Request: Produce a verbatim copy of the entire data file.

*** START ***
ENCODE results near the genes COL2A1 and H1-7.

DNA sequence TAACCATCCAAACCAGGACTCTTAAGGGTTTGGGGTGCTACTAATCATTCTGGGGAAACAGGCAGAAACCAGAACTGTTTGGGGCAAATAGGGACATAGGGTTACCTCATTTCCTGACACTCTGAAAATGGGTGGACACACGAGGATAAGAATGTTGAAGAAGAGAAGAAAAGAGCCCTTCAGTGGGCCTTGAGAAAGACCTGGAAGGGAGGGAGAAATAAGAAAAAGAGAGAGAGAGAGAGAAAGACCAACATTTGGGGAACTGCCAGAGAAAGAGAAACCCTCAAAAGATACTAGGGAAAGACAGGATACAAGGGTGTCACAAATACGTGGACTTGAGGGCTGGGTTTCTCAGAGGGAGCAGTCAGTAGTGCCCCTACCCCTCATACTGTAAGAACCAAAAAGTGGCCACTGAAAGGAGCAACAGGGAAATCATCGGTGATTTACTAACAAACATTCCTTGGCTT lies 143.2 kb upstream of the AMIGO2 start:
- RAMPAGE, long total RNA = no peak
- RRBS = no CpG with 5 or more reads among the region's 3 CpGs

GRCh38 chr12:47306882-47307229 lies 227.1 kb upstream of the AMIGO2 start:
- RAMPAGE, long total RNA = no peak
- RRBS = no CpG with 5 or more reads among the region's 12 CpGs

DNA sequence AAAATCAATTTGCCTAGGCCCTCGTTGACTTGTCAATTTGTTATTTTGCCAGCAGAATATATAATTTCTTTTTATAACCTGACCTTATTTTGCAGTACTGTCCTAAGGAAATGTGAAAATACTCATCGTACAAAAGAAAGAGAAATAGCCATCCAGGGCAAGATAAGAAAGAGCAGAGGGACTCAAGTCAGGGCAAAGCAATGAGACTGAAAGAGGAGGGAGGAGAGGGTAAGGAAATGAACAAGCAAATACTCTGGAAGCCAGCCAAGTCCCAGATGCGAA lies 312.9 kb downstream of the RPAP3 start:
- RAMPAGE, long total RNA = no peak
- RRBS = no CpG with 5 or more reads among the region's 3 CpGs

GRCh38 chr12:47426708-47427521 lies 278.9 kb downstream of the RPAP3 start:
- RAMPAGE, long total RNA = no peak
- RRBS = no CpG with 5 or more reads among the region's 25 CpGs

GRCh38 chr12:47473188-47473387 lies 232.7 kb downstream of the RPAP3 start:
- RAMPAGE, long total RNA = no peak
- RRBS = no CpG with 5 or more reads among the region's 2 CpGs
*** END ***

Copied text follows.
ENCODE results near the genes COL2A1 and H1-7.

DNA sequence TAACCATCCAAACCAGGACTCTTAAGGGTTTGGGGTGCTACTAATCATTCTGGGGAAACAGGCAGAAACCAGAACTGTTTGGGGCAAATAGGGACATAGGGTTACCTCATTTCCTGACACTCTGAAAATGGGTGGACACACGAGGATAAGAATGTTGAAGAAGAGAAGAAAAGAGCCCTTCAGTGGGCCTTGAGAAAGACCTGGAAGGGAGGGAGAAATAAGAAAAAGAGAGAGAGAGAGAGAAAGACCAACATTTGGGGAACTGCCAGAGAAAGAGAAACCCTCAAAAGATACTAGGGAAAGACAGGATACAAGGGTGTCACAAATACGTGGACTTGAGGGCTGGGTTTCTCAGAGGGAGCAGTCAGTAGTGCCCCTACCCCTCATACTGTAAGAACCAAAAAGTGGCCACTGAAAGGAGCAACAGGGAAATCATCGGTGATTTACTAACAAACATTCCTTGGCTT lies 143.2 kb upstream of the AMIGO2 start:
- RAMPAGE, long total RNA = no peak
- RRBS = no CpG with 5 or more reads among the region's 3 CpGs

GRCh38 chr12:47306882-47307229 lies 227.1 kb upstream of the AMIGO2 start:
- RAMPAGE, long total RNA = no peak
- RRBS = no CpG with 5 or more reads among the region's 12 CpGs

DNA sequence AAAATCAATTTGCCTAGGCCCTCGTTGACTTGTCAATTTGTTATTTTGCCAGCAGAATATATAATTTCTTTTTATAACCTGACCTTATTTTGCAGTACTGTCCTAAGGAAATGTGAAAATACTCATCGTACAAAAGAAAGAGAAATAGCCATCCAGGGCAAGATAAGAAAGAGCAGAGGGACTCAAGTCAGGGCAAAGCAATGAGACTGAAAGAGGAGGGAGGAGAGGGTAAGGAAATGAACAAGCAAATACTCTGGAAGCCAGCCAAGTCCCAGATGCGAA lies 312.9 kb downstream of the RPAP3 start:
- RAMPAGE, long total RNA = no peak
- RRBS = no CpG with 5 or more reads among the region's 3 CpGs

GRCh38 chr12:47426708-47427521 lies 278.9 kb downstream of the RPAP3 start:
- RAMPAGE, long total RNA = no peak
- RRBS = no CpG with 5 or more reads among the region's 25 CpGs

GRCh38 chr12:47473188-47473387 lies 232.7 kb downstream of the RPAP3 start:
- RAMPAGE, long total RNA = no peak
- RRBS = no CpG with 5 or more reads among the region's 2 CpGs